With high temperatures and dangerous heat waves looming through the midwest and south this week it is important to remember the dangers of heat stress/exhaustion and heat stroke. Heat exhaustion and heat stroke are extremely dangerous conditions for not only you but also your horse and other animals. It is often seen during the summer months and in areas where the humidity is high. Strenuous activities or sports such as eventing, jumping, combined driving, or even a simple ride during high temperatures can cause heat stroke/stress. There is a difference between heat stress and heat stroke. Heat stroke can occur over a relatively short period of time while heat stress/exhaustion, usually results from protracted fluid and electrolyte loss during exhaustive exercise. As your horse continues to move, heat builds in his muscles. When the number of your horse’s respiration is faster than his heart rate per minute, this is called an inversion. This is a sign of high internal body temperature and the respiratory tract is attempting to dump some of the heat load. To remove the heat, your horse sweats, pulling heat from the interior of his body to his skin in a process known as evaporative cooling. Warm air temperature and high humidity prevent a horse from adequately dissipating internal heat from his body.
Different horses are susceptible to heat problems. Horses with a full winter coat are at risk due to their hair maintaining their body heat during colder weather. Heavily muscled horses, such as Warmbloods and Quarter Horses, are at greater risk of retaining heat in the working muscles than leaner-breed horses such as Arabians or Thoroughbreds (thus the preference for these breeds in endurance racing). This is because they have a lower ratio of body surface area for cooling relative to their body mass that’s generating the heat. An overweight horse with abundant layers beneath his skin cannot dissipate heat as effectively as a fit horse. When transporting a horse in an enclosed trailer in hot and humid weather they are more sustainable to dehydration and heat stress. Additionally, a horse that was shipped to a warmer climate and has not been acclimated to exercise in hot and humid conditions is ill-prepared to deal with the added stress of the new environment no matter how fit he is. Most horses need at least three weeks in a warmer climate to allow their bodies to adapt and dissipate heat more efficiently.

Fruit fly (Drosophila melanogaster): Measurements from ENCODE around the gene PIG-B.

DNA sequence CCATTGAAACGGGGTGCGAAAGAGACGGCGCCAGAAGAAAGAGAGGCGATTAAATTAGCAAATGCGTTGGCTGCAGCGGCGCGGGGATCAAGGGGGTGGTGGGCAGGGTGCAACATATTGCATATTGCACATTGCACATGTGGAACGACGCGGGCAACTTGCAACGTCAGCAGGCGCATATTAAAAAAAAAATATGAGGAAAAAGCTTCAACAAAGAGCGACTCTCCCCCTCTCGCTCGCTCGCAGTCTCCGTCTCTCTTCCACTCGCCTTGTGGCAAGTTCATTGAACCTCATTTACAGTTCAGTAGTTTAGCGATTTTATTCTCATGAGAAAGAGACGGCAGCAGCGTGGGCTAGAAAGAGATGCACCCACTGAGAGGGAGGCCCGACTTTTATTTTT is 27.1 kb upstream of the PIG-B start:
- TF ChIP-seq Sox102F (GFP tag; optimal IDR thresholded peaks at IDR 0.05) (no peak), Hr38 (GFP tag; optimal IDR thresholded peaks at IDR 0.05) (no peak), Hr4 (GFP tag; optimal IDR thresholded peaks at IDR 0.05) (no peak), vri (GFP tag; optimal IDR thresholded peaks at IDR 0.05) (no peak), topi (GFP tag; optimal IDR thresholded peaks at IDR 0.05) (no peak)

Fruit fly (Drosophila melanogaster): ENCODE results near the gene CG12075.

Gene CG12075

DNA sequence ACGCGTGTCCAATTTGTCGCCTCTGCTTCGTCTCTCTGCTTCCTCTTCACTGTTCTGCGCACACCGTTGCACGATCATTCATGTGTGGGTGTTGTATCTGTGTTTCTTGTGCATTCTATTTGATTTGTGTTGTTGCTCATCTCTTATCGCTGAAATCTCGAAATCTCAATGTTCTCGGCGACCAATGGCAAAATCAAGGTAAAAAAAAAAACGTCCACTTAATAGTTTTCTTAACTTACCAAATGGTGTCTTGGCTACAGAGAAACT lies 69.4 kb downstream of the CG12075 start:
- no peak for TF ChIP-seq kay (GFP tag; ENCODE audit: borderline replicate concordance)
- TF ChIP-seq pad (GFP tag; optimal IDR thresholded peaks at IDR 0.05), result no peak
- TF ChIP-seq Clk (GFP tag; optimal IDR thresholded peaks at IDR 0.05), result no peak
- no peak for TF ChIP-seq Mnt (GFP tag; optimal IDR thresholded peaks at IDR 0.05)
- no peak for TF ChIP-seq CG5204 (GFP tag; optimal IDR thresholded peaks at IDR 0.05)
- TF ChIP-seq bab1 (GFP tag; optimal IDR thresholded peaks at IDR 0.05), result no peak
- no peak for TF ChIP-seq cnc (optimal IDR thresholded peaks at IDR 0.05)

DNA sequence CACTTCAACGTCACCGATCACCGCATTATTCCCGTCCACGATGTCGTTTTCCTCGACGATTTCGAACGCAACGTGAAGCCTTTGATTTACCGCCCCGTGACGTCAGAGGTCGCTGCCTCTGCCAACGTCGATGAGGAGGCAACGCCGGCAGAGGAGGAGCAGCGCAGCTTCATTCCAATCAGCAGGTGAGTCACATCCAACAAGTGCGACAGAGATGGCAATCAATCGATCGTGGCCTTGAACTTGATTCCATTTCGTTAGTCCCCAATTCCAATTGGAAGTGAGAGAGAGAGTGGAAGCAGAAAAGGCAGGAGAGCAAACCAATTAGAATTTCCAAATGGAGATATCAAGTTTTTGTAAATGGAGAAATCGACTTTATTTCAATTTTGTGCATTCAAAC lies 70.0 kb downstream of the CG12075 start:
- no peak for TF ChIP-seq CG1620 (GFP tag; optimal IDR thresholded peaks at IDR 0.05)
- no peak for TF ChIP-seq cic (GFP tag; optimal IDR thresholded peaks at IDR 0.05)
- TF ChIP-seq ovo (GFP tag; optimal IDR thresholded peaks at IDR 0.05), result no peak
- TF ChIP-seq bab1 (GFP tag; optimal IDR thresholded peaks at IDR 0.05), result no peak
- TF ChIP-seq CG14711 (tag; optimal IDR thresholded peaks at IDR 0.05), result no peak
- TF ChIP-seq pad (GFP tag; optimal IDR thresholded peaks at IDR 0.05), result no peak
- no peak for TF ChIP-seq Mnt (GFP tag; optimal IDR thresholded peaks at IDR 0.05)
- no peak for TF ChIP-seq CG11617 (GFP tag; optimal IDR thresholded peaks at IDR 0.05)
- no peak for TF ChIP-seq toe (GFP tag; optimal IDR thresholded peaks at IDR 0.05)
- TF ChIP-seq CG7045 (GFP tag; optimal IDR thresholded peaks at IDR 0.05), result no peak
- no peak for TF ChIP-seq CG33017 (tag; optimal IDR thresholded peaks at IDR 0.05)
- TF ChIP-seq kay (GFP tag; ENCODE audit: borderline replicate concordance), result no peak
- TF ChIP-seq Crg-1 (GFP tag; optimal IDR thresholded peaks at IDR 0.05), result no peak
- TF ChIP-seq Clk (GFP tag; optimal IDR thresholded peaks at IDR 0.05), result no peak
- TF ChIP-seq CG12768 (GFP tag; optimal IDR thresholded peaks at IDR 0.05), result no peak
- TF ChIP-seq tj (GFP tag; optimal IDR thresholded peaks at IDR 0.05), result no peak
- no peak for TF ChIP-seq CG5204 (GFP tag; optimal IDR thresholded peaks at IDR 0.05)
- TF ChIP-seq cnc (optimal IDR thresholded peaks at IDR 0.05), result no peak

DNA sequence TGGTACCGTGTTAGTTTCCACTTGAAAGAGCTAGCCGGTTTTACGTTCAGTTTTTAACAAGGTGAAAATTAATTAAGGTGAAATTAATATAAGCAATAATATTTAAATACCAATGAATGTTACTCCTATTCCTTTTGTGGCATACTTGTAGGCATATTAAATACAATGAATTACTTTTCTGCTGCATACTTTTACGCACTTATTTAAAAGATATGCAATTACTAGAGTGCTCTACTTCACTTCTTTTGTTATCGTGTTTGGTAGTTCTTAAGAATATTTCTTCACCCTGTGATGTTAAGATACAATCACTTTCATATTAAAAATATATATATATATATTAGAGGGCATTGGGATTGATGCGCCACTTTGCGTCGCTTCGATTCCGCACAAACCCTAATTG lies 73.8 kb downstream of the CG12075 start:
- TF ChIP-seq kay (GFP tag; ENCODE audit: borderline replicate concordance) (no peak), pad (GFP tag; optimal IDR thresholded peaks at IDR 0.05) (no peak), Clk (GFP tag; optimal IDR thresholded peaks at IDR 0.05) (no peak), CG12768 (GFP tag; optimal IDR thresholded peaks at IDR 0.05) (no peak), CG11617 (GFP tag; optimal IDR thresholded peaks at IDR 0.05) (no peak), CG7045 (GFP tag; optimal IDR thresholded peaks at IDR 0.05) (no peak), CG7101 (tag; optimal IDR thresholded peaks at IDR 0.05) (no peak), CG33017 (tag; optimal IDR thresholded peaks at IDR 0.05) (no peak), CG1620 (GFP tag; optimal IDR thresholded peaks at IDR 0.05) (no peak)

Here are some steps to help your horse cool off more efficiently after exercise:
-Bring your horse to a walk so blood flow continues to flush metabolic waste and heat from his muscles.
-Offer a bucket of water to your horse immediately following exercise. If your horse is overheated, find a shady spot preferably with decent air circulation from a light breeze or fan. Fans are helpful for convective cooling–as the air flows across the horse’s body, it pulls heat off the skin. In severe cases, severe dehydration might need to be treated with intravenous fluids. This can also help cool internal organs and muscles. Help your horse stay hydrated with automatic waterers.
In warm weather, copiously bathe the head, neck, and legs with cool water. Large blood vessels in these locations flush heat to the skin surface, and rapid evaporative cooling is achieved by continual sponging of these areas. Apply cool water and as it heats up, scrape it off of major muscle groups, such as over the loin and hindquarters.
Know your horse’s usual temperature, especially after exercise. A rectal temperature over 103.5° is a sure sign the horse is overheating. Also, know your horse’s respiration rate and heart rate and check them if you think your horse may be stressed. Finally, do the capillary refill test to check blood flow and the pinch test to test for dehydration.
Enjoy the summer with your horse but always be aware that too much sun, humidity, and exertion can cause problems for you and your horse.